The two men locked gazes for a few seconds before Ben answered. “Yes, Mark. I would agree. Would you?”

Judi cleared her throat. “Well, anyhow, Evan clearly was wrong and something else is going on.”

Mark leaned over the engine, propping a hand on the edge of the open hood. “I worked part time with Bert Tanner for a few years before we opened the business. Why don’t I take a quick look for you?”

“Thank you,” Judi said.

“Yes,” Ben said with a forced smile. “Thank you.”

While Mark looked retrieved tools from his truck and looked at the engine, Judi and Ben chatted with Adam and Leona as they waited. Mark straightened about fifteen minutes into his inspection and wiped his hand on a rag. He nodded toward the driver’s side. “Looks like you had a corroded connection to the battery. See if it starts. If it does you should be good to go but I’d recommend that you get your engine serviced when you get back to Spencer.”

Judi smiled over her shoulder as she opened the driver side door. “I’ll be sure to look into that as soon as I figure out what serviced means.”

When the car started Judi rolled the window down. “Thank you. Hopefully it holds out until we get back.”

Dan stepped out onto the porch. “You might need to find a different route, though, they’ve shut down part of the highway. Major accident. Tractor trailer overturned. Just saw it online.”

Ben thought about how it was generous of Dan to offer that information to a guy he’d probably rather beat up. The brothers were being polite in front of their parents, but he had a feeling if they were alone with him again the politeness would be gone.

Leona looked concerned as she rubbed her hands across her arms. The move reminded him of his mom when she was stressed or wanted to say something she didn’t think anyone else would want to hear.

Leona bit her lower lip briefly then said quickly, “I think you two should stay until the highway is clear. There is supposed to be even foggier conditions tonight. You two can head out first thing in the morning.”

The woman was nothing if not persistent, but Ben had to resist her. Mark’s previous congenial behavior was fading fast based on the crease in his brow. Next to him, Dan had his hands on his hips, staring Ben down as if challenging Ben to accept the offer. Or maybe he was challenging him to reject the offer and reject yet another female member of the Phillipi family. Right here, in front of everyone. Either way, it wasn’t going to end well for Ben.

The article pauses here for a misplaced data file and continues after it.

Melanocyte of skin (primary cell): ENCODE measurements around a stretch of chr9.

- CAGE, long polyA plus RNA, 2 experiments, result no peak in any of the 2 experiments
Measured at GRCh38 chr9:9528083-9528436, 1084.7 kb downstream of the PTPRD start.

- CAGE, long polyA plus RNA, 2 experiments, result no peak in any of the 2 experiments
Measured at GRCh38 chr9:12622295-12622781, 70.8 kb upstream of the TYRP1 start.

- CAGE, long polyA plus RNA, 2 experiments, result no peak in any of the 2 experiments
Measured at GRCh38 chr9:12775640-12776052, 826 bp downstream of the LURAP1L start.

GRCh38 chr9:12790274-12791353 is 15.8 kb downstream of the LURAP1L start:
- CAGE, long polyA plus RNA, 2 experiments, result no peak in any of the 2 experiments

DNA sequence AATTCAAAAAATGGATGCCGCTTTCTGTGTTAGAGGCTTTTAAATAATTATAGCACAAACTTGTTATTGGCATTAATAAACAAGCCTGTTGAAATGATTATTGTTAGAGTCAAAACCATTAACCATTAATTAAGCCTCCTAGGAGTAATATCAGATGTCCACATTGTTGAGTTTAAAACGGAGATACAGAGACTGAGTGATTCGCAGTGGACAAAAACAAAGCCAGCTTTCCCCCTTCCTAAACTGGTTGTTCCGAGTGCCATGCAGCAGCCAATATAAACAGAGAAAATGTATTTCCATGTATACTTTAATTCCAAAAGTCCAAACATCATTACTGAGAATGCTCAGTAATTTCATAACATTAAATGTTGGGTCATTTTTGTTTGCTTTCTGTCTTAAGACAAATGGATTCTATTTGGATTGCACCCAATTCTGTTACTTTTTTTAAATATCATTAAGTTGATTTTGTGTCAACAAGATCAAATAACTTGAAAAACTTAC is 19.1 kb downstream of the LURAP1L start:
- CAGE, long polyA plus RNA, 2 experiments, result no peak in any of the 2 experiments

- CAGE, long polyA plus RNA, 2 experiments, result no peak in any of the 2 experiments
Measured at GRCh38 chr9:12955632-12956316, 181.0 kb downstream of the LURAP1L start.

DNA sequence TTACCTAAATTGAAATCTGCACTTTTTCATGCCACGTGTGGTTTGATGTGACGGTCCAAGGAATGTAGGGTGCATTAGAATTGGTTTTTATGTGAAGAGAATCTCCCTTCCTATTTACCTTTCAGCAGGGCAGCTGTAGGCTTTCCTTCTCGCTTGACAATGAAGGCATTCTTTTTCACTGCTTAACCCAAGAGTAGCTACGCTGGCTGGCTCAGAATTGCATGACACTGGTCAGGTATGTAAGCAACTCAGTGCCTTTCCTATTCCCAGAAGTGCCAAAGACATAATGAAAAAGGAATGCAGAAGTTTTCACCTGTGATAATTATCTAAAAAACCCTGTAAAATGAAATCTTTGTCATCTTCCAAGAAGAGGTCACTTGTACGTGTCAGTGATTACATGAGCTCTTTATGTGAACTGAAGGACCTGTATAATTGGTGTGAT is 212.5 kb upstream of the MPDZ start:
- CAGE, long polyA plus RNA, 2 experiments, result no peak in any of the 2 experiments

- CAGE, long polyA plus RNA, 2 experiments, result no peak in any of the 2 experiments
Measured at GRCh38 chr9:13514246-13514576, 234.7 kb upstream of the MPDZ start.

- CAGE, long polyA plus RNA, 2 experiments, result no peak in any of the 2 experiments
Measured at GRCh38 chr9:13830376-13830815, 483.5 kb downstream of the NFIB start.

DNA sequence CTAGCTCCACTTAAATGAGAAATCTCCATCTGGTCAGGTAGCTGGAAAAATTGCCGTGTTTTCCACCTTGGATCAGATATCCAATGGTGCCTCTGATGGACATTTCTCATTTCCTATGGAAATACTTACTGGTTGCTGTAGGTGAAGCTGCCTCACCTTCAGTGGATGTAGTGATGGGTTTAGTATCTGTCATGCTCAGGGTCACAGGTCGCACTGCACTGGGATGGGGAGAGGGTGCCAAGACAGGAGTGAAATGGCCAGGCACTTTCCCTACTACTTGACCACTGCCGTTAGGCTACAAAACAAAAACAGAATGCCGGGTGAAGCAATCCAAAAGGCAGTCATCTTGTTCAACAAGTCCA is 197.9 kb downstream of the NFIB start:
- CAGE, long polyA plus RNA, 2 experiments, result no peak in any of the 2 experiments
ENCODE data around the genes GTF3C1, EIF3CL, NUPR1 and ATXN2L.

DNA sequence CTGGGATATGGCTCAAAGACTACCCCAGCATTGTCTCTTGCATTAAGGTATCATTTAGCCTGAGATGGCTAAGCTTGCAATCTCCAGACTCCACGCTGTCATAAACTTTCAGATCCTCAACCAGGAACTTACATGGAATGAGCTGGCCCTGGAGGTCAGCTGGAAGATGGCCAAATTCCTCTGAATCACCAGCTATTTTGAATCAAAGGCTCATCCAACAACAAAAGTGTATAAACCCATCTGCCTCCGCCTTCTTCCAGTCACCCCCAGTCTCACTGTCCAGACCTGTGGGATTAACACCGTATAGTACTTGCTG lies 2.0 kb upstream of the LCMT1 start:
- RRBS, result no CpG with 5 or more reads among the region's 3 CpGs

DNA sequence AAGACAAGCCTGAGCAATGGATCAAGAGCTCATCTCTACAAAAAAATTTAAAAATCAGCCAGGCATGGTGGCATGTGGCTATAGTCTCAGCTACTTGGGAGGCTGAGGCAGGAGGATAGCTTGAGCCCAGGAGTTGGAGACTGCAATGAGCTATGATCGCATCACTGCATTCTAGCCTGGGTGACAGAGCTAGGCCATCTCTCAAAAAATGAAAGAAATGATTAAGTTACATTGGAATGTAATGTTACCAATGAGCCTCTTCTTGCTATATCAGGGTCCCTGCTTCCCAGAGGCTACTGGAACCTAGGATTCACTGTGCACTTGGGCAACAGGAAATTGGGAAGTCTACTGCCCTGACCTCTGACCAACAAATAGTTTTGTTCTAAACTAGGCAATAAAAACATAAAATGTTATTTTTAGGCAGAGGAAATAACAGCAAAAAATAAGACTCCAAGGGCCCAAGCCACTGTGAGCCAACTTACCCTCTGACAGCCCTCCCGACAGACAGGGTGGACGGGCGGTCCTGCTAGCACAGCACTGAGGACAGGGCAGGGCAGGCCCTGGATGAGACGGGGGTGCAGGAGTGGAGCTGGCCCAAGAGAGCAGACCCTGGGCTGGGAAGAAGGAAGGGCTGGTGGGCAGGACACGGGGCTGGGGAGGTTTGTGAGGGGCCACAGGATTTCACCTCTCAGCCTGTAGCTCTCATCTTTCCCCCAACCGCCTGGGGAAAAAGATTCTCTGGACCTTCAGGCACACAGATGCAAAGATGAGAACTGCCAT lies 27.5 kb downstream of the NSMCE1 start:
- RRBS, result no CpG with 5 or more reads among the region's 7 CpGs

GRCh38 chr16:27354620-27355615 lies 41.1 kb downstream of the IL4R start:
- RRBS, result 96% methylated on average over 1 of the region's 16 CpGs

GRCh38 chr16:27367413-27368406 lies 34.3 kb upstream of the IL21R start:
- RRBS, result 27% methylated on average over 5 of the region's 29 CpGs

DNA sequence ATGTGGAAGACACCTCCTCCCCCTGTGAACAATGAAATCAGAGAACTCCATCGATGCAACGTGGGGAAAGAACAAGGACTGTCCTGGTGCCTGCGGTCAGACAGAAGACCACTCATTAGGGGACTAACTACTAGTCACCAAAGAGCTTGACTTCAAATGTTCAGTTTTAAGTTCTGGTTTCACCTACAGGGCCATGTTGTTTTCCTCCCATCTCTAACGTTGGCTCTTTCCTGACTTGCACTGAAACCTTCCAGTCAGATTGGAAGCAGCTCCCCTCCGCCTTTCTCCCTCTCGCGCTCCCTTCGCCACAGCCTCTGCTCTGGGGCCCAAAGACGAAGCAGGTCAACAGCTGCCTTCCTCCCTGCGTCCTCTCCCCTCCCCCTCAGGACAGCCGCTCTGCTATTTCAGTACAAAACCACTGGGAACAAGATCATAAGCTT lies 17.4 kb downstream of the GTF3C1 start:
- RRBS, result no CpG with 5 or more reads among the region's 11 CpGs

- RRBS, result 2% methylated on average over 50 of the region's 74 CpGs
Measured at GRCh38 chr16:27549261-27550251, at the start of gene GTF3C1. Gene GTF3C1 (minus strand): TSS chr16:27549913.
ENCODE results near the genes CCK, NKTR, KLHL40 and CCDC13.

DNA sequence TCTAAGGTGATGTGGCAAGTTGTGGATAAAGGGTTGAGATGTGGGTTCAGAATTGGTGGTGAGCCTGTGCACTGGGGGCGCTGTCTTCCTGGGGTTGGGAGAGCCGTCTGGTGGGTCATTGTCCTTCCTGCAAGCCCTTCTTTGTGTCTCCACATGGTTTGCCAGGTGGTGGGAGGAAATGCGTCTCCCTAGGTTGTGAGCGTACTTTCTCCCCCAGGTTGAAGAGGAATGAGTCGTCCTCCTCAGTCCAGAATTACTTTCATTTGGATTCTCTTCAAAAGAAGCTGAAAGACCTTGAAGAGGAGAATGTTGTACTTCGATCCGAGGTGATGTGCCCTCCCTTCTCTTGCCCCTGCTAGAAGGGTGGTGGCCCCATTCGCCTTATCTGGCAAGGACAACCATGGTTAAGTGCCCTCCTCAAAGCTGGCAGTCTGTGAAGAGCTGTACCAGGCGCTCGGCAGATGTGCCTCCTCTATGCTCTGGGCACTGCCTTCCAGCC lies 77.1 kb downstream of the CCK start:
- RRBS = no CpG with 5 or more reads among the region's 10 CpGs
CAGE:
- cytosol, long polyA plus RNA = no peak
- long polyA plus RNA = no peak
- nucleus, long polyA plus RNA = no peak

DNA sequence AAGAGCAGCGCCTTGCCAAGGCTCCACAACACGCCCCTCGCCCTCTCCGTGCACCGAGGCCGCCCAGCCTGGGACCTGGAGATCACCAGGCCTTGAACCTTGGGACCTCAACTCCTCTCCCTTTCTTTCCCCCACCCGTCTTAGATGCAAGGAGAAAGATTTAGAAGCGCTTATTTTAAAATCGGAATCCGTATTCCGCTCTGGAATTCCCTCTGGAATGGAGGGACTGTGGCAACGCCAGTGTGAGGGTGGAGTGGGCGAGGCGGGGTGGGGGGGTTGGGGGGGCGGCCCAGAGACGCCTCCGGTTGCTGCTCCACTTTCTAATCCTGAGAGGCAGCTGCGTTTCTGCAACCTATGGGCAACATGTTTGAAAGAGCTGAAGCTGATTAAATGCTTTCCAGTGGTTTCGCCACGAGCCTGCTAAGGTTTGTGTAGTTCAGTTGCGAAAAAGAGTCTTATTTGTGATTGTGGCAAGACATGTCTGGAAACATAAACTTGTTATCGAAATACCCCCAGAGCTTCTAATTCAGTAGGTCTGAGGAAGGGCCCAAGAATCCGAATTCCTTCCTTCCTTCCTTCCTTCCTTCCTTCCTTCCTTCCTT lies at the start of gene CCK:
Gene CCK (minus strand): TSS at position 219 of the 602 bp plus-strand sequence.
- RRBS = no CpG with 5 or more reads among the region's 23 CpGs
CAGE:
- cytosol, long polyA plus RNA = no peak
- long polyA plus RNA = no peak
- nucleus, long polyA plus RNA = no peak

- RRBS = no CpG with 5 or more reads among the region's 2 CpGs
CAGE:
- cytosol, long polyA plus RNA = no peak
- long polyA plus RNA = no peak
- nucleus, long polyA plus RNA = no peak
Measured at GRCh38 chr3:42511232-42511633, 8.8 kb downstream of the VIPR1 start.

Before he could decline the latest offer, though, tiny fingers encircled his.

“Are you going to have a sleepover, Ben?” Amelia asked in a tiny, curious voice.

 Ben glanced up at Angie and William who had stepped out onto the porch to stand next to Dan. It was as if the whole family had come out to watch him make a complete fool out of himself no matter how he answered.

“Um. No. I don’t think that would be a good idea, kid.”

“Why not? You can sleep in my room in my sleeping bag.”

Ben laughed softly. “That’s sweet, kid, but, again, I don’t think that’s a good idea.”

“We really don’t mind,” Adam said in a sincere tone, laying his hand on Ben’s shoulder. “It would be nice to have a chance to chat since we were interrupted earlier.”

Leona touched her hand to her throat and rubbed the dip there, looking more concerned than before.

“I just hate to think of anything happening to you two out there on the roads tonight. I know I would feel better if you were driving home in the daylight instead of this fog. I’m sure your mother would too.”

Ben took a deep breath and let it out slowly. Leona knew how to twist the knife in deeper, go in for the kill. Invoke the thought of his mother at home, pacing the floor, wringing her hands, waiting for him to call and tell her they’d it made home through the fog. Only his parents didn’t even know he was here. Of course, Leona didn’t know they didn’t know, and he wasn’t about to get into that right now.  

And there was something about the way Adam was looking at him that sent a twinge of dread sliding through him. Why was it so important for Adam to talk to him? He already knew about the move. Was something else going on? Maybe someone in the family actually was sick.

He couldn’t stay, though. The entire situation was incredibly uncomfortable and growing more uncomfortable by the minute. Plus there was Judi. She had to feel out of place. He wasn’t sure how upset she still was by that phone call she’d had earlier either.

He turned slightly to look at her. She shrugged a shoulder, as if to say the decision was his. He’d always been bad at making decisions though so when he agreed to stay, he felt deep in his chest that he’d done it again – made another bad decision he was going to regret.

3 thoughts on “Fiction Friday: Mercy’s Shore, Chapter 16

  1. While reading this, it struck me how often we see someone who seems so self-assured in their career or public position, but underneath it all they are so unsure of everything, just like Ben. Convicting me to keep to open my heart for more prayer!

    Liked by 1 person

  2. Pingback: Sunday Bookends: Fall is coming, Summer of Paul continues, and TobyMac | Boondock Ramblings